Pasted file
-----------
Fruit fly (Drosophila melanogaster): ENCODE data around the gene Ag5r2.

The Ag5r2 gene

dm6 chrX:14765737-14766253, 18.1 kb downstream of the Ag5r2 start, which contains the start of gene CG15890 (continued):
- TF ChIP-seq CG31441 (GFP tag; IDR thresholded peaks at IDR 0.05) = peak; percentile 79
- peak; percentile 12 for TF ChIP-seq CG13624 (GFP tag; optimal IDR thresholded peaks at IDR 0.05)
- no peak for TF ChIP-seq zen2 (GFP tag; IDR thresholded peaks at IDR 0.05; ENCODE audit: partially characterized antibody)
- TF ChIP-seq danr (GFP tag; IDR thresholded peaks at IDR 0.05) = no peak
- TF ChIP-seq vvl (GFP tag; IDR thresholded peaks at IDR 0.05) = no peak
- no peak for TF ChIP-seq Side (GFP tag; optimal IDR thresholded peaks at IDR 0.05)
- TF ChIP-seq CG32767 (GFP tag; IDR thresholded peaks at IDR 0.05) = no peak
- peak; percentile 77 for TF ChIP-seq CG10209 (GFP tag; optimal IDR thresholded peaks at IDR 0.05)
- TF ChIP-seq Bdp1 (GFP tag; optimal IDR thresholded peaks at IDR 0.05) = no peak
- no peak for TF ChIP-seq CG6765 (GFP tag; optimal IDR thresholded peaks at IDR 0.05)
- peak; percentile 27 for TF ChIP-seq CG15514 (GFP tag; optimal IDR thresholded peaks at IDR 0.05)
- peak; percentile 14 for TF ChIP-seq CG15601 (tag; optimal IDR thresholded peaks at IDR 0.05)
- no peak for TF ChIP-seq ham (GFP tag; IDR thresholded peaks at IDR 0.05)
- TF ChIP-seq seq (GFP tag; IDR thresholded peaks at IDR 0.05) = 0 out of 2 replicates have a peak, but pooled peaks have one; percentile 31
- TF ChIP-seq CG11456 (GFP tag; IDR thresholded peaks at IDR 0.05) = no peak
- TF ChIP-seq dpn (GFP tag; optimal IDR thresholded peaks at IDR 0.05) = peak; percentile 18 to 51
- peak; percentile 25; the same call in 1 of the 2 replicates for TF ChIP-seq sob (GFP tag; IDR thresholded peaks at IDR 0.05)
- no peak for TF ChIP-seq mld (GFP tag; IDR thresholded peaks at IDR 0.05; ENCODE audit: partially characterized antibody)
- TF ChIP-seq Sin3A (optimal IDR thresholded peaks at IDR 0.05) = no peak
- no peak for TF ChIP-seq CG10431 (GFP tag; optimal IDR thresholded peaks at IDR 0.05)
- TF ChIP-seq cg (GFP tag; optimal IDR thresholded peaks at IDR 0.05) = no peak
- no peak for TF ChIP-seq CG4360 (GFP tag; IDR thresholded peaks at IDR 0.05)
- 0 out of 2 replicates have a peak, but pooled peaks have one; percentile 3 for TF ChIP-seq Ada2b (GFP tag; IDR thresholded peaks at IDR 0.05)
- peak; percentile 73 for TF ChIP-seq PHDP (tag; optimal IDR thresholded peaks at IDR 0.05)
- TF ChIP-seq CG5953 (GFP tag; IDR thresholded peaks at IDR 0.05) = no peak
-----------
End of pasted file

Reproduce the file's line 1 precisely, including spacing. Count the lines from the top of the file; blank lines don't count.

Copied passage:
Fruit fly (Drosophila melanogaster): ENCODE data around the gene Ag5r2.